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Diary

Diary

I learned that Johann Hari was a journalist who was better at attention-seeking than truth-telling when a small American journal asked me to reply to his review of What’s Left, a book of mine on the dark forces in liberal-left politics.

9 July 2011

12:00 AM

9 July 2011

12:00 AM

I looked at it and was astonished. It was not that he disliked my ideas — he was entitled to disagree — but that he had attacked a book I had not written. He pretended that I believed the West had been right to support Saddam Hussein while he was gassing the Kurds when I had said the opposite. He made up stories about my parents, good people he had never met, to show me in a bad light. Every second paragraph contained a howler. Well, I thought, get a book wrong and the text will confound you. I typed out the passages that proved that he was at best an incompetent reviewer and filed my reply. ‘Get out of that,’ I muttered as I hit the send button.

Ithought no more about it until I looked at my entry on Wikipedia. As well as learning that I was a probable alcoholic, a hypocrite and a supporter of Sarah Palin, I noticed that all reviews of my work were missing except Hari’s effort. Far from saying that he had made wild allegations and I had responded by quoting from the book, a writer working under the pseudonym ‘David r from Meth Productions’ suggested that I had made wild allegations while Hari ‘had offered quotes from Cohen which he argued backed up his claims’. The fearsome honour code by which hacks abide insists that no journalist can sue for libel — if you give it, you must take it. I bowed to its stern injunctions while wishing that my colleagues would grant me a release just this once so that I might relieve Jimmy Wales of a part of his fortune.

[Alt-Text]


I put Hari to the back of my mind again until Cristina Odone told me a strange story. She was deputy editor of the New Statesman during Hari’s time there and had the sense to doubt the reliability of his journalism. After she crossed him, vile accusations appeared on her Wikipedia page. She was a ‘homophobe’ and an ‘anti-Semite’, the site alleged, and such a disastrous journalist that the Catholic Herald had fired her. Her husband, Edward Lucas, went online to defend her reputation, but ‘David r from Meth Productions’ tried to stop him. Mr ‘r’ gave the same treatment to Francis Wheen, Andrew Roberts and Niall Ferguson after they had spats with Hari. It didn’t stop there. Lucas noticed that anonymous editors had inserted Hari’s views on a wide range of people and issues into the relevant Wikipedia pages, while Hari himself had a glowing Wikipedia profile — until the scandal broke, that is — much of it written by ‘David r’. Because Wikipedia lets contributors write anonymously, it cannot tell its readers if ‘David r’ is Johann Hari, or a fan of Hari’s with detailed knowledge of his life, or someone with an interest in promoting his career. But just as the effect of Hari’s phoney interviews was to make it seem that he elicited quotes no other journalist could match, so the effect of Wikipedia is to make him seem one of the essential writers of our times. In truth he disgraced himself because he was an ambitious man who might have been a good journalist, but yearned to be a great one, and so tried to summon a talent he could never possess by bragging and scheming.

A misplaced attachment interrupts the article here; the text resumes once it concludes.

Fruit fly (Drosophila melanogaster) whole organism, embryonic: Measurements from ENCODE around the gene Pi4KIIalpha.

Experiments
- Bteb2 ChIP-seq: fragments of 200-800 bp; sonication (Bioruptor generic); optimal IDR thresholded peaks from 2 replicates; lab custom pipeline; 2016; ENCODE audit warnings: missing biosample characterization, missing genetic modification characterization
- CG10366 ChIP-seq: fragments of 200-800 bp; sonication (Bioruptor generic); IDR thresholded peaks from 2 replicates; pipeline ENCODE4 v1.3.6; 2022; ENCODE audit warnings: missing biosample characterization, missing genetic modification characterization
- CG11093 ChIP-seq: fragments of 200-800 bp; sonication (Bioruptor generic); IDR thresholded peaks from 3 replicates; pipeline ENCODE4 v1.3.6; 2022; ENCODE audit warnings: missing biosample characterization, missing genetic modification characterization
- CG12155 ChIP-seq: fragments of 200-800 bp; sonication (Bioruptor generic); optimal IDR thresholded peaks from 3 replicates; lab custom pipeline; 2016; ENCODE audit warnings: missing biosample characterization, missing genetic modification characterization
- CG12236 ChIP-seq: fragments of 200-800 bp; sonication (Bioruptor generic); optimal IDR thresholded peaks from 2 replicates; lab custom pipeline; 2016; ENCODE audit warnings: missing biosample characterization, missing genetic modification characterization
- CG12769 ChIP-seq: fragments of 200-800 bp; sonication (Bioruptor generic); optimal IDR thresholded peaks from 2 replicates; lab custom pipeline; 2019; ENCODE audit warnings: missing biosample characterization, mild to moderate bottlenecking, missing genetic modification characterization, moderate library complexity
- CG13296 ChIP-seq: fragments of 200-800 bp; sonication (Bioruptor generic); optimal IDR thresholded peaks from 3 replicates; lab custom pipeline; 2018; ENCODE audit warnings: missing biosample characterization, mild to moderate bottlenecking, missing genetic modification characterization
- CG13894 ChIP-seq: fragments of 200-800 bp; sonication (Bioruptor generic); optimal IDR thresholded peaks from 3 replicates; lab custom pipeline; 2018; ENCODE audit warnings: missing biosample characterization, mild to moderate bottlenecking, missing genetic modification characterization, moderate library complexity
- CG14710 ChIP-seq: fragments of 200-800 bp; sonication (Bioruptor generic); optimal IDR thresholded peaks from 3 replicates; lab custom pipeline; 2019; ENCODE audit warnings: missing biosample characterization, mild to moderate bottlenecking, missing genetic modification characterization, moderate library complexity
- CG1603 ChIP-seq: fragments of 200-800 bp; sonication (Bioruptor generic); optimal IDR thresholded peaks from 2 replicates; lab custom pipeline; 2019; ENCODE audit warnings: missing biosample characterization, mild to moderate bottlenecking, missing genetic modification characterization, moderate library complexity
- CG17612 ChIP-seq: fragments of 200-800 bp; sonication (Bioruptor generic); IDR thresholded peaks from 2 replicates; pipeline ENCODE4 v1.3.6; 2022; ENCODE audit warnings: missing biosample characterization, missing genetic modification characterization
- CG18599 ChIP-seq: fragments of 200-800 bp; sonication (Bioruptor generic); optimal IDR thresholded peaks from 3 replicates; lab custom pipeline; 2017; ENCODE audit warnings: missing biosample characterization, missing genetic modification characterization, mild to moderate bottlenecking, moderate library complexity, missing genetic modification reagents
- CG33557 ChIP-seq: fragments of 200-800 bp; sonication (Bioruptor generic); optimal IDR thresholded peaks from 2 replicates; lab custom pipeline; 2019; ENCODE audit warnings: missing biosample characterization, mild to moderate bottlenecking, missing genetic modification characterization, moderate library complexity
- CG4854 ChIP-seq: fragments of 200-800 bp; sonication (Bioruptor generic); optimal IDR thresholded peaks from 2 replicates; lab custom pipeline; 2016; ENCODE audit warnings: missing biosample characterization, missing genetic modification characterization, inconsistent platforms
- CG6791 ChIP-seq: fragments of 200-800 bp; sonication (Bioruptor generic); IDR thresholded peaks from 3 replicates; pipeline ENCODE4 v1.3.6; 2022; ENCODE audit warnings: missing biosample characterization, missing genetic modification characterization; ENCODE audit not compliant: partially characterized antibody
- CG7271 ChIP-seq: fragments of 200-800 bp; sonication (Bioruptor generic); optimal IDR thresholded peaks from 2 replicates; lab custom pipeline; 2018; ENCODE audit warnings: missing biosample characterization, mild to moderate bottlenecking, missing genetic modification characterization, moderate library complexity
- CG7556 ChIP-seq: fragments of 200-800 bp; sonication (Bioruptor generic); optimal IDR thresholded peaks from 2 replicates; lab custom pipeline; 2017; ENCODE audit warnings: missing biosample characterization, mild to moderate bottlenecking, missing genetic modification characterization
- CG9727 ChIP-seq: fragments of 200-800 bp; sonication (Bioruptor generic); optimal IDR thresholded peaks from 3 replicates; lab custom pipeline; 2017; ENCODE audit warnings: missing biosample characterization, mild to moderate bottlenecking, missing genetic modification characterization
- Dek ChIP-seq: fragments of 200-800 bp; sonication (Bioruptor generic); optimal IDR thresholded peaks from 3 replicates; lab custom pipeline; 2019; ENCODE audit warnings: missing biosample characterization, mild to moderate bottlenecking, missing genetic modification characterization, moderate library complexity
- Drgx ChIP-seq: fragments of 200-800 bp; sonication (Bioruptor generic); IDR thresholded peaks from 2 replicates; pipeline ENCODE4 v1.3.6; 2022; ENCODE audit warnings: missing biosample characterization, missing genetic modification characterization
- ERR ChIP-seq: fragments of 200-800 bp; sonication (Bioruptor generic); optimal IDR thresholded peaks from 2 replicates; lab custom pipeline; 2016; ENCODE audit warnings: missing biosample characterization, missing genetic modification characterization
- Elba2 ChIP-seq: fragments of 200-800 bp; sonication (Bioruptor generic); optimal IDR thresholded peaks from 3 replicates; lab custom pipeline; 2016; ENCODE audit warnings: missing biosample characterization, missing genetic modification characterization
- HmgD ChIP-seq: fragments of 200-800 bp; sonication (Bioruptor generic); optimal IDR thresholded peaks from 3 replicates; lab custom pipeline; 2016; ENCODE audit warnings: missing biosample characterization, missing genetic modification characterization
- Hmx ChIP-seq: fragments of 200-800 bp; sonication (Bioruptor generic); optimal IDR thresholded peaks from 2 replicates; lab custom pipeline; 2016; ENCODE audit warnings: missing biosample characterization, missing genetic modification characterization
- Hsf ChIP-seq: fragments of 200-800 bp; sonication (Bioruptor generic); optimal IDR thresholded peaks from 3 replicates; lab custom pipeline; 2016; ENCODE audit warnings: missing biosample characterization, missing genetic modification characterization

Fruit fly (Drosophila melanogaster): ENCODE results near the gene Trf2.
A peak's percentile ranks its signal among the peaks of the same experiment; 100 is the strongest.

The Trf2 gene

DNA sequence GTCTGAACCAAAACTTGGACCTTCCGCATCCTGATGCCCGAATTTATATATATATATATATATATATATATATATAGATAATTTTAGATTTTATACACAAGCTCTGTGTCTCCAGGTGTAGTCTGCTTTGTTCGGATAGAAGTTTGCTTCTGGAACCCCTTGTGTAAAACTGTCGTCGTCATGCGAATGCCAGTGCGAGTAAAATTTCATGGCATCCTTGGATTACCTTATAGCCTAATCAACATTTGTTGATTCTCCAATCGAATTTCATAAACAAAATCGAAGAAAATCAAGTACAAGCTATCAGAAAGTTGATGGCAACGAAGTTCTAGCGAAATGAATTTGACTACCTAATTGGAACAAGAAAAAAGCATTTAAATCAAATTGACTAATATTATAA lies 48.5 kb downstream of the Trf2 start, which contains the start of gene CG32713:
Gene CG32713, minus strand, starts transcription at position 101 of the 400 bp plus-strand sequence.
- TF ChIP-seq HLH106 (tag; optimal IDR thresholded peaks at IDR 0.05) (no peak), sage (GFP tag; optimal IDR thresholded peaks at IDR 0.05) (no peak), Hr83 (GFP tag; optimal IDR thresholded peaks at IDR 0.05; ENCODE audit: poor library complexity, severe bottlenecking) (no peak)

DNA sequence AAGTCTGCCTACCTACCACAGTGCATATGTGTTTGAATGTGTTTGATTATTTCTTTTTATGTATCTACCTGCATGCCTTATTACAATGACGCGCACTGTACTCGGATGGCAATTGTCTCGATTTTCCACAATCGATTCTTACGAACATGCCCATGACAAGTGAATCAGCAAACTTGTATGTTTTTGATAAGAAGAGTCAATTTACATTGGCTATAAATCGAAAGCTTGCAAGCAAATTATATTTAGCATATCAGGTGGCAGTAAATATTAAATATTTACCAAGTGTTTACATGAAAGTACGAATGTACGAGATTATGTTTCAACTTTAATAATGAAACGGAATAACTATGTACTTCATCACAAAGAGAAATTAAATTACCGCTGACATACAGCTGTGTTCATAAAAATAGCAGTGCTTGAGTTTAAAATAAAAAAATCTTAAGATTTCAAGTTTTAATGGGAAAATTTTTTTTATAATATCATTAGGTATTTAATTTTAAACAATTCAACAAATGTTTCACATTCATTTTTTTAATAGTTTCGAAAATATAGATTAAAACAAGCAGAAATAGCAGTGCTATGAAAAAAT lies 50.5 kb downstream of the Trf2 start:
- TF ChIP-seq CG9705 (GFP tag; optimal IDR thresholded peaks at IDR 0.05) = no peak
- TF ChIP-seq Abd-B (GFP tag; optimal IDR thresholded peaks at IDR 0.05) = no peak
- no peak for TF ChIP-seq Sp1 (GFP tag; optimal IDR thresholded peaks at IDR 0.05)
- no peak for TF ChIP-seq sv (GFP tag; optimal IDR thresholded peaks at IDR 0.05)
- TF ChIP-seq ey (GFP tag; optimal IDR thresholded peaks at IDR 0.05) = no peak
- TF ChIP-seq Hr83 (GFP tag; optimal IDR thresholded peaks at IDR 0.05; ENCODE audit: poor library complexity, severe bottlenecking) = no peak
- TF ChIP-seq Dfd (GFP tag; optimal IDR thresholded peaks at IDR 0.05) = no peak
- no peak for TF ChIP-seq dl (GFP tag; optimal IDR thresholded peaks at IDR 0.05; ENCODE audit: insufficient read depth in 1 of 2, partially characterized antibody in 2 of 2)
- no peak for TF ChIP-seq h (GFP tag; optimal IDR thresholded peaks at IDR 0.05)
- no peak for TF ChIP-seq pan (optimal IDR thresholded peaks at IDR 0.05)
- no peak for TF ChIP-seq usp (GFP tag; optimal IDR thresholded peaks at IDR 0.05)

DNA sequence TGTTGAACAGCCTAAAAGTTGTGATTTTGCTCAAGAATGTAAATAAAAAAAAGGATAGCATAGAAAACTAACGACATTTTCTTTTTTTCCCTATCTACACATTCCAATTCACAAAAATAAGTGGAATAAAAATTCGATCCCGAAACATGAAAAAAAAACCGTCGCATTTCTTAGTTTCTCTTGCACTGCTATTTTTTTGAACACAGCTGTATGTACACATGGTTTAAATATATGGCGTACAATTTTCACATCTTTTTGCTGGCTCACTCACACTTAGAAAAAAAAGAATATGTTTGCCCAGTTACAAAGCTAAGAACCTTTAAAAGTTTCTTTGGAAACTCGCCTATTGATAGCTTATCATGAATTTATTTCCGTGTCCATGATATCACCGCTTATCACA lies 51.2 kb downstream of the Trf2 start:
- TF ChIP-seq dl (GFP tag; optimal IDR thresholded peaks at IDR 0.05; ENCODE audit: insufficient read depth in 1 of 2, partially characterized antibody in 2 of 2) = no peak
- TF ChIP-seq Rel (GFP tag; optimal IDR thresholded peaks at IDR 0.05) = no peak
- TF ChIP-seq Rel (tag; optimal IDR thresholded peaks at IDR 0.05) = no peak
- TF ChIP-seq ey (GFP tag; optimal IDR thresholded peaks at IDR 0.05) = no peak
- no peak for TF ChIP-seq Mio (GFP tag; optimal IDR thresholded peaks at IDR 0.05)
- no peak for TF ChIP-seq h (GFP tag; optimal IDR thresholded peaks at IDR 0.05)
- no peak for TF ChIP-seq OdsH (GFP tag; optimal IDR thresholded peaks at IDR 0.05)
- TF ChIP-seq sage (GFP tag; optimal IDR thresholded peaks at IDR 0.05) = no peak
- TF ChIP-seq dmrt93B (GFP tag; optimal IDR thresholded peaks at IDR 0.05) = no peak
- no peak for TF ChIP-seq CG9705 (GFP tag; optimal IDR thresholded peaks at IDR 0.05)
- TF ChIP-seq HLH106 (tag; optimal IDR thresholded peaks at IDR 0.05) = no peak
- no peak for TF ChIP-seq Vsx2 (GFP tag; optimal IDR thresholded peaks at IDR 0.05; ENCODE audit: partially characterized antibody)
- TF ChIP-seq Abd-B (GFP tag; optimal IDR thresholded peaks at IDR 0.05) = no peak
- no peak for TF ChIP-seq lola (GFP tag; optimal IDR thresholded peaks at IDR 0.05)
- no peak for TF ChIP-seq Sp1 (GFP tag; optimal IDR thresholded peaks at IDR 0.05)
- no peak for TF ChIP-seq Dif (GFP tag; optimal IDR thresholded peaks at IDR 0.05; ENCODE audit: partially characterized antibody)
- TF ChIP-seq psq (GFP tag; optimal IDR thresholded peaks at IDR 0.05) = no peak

In her new memoir The House in France Gully Wells describes the young Martin Amis as the most competitive man she had met. As she was his girlfriend in the 1970s, she should have known, but Amis is not remotely competitive now. When I interviewed him, he said he always refused to comment on other writers. Secure in his talent, he felt no need to do down his rivals. If Amis is self-effacing, Ian McEwan is modest to the point of shyness. He came to my last book launch and was so unobtrusive it took the throng half an hour to realise that one of England’s great writers was in the room. Hilary Mantel remains my favourite literary stoic, however. Despite her producing A Place of Greater Safety and other magnificent novels, prize juries overlooked her. After she finally won the Booker in 2009, she had every right to be triumphalist. Instead, she wrote in the Economist of how ‘once, when I was trudging home from my second failure to win the £20,000 Sunday Express award, a small boy I knew bobbed out on to the balcony of his flat. “Did you win?” I shook my head. “Never mind,” he said, just like everyone else. And then, quite unlike everyone else: “If you like, you can come up and play with my guinea pig.”’ I suspect that Mantel knew for years that she was the real thing, and just needed to wait for the rest of us to catch up.

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